Don't get what you're referring to, Don. Marxist general assumptions address all of history, not just the industrial era. Anyway, don't get distracted by that squirrel. Mr. Carson makes an argument about all of civilization up to today, because he's responding to the same obsrevation addressed in my post, of a complete lack of "true libertarianism" on the historical record.

I disagree. He seeks to make his argument all-encompassing, under Marxist general assumptions.

incidentally, here's a piece of self-consciously very left libertarianism

Ironically and typically, his thesis and concluding statements regarding the impossibility of "genuine economic and social justice" (as the author understands the terms), and his intended moral indictment of apparently all state systems ever existent, can be taken as support for the conservative premise in regard to leftism or democratism, which goes roughly as follows: given the everywhere evident lack of genuine economic and social justice on democratist definitions, supporting the philosophical inference of the impossibility of the attainment of same, or of the secure attainment any of the alternative ideals of the best society - whuddowedo?

Some anarchism fits the description you give, Robert - as verging on pacifism - but not "anarchism" historically, far from it, since anarchism was also the name given to a politics of assassination, bombing, and other acts that we would today tend to call terrorism, the latter word having entered into the modern political vocabulary in direct association with the former. It's not simply a bad coincidence. The sensibility of the pacifist and the terrorist significantly overlap, since both begin with an imaginary annihilation of "how things are." In discussion with bob and our old friend Scott (who is still around and still a friend, just no longer actively participating in blog stuff), I would frequently return to Hegel's explanation for fanatical violence, as an external expression of a more primary ideological and emotional disruption or loss of direction, impossibility of satisfaction with any real or positive expression or institution, or directionlessness - that Hegel also ties to (idealized) Hinduism.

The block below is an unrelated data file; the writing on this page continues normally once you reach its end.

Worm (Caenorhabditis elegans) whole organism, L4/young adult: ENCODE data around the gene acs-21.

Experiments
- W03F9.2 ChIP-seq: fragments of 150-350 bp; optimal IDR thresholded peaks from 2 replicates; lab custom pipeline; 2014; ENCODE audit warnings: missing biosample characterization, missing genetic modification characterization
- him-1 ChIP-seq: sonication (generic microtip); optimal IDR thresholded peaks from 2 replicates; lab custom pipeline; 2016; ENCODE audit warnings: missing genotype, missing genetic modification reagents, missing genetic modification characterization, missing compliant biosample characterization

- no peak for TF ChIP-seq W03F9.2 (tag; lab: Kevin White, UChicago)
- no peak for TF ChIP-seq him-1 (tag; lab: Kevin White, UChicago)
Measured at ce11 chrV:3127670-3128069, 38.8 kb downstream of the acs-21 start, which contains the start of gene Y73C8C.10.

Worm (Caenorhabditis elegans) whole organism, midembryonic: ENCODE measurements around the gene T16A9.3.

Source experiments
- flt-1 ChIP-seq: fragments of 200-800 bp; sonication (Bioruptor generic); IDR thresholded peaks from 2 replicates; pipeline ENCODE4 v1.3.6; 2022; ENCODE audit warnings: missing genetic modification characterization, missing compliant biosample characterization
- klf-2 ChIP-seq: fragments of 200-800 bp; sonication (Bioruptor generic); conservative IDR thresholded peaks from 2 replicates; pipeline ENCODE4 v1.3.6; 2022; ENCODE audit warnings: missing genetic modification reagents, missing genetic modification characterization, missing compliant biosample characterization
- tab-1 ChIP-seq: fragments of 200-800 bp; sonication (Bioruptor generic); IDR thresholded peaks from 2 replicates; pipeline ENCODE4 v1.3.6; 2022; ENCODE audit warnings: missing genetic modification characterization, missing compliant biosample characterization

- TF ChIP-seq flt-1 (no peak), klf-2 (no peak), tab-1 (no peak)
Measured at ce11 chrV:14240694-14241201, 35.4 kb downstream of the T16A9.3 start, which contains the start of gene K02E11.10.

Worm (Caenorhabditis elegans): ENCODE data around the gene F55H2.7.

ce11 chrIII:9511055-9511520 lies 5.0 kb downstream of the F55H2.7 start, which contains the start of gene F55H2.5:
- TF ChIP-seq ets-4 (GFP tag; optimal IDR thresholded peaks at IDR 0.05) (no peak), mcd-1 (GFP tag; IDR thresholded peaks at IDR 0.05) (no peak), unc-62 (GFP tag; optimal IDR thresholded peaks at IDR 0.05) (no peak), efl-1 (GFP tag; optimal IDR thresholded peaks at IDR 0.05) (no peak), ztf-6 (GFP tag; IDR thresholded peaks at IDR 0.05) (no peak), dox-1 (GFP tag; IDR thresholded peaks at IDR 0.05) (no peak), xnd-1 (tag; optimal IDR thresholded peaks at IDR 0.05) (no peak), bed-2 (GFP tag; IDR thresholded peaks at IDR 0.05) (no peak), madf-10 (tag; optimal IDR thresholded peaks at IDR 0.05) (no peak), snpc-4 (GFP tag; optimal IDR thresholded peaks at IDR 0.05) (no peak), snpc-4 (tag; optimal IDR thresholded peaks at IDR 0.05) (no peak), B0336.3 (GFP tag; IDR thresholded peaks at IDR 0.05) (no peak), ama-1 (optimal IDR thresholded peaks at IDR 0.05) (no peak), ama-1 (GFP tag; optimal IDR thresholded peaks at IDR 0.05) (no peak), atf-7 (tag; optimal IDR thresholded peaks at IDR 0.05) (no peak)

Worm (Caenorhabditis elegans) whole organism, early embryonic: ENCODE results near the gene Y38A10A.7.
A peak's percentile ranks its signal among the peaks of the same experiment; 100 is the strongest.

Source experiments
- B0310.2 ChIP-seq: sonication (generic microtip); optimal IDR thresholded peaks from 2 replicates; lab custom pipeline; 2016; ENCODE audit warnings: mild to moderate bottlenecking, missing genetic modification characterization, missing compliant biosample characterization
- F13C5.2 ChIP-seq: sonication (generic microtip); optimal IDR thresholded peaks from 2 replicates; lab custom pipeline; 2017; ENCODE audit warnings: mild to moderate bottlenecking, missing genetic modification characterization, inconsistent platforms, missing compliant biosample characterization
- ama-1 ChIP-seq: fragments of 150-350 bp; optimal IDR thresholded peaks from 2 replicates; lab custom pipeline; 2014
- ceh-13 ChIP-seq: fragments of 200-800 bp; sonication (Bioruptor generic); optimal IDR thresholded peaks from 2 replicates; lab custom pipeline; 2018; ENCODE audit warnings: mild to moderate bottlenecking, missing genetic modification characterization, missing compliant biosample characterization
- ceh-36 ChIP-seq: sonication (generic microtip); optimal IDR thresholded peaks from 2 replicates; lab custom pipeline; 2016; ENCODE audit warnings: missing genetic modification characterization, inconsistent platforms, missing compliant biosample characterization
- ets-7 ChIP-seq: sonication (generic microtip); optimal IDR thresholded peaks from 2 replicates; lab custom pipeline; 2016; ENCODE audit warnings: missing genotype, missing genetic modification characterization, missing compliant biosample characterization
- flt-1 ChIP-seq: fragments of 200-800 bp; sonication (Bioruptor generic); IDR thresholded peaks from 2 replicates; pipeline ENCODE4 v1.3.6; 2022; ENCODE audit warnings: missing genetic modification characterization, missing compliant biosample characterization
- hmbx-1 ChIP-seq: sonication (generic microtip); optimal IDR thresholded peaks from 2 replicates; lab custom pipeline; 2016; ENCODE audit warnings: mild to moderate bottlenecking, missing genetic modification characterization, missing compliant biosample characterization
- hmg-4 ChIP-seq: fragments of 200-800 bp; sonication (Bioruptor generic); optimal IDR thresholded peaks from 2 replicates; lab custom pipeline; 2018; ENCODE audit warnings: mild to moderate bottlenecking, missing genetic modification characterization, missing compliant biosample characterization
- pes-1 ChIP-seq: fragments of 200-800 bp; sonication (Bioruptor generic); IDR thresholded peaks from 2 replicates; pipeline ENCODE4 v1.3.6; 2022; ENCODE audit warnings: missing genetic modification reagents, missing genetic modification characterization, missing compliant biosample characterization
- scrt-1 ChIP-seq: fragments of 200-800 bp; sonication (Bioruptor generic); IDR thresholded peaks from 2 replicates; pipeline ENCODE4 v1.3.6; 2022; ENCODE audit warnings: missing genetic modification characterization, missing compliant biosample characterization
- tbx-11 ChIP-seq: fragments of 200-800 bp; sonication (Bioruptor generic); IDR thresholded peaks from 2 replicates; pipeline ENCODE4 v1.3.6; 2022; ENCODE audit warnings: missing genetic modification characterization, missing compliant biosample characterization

The mentality that rejects conventional judgments, including the conventional political moralities justifying the resort to military action, finds a very highly problematic fellowship with the mentality that begins with the same perception, of the falseness of conventional political morality, as a removal of the inhibition against military and other aggression. Gandhi's scandalous letters to Hitler and comments on the fate of the Jews, or the "Eastern" interests of Goebbels and yoga-practitioner SS officers, or the shared origins of ecologism and fascism, also figure into this picture that always seems to be pushing us to premature and self-serving conclusions. Sooner or later, Hegel also succumbs, or is relatively easy to associate and implicate with genocide.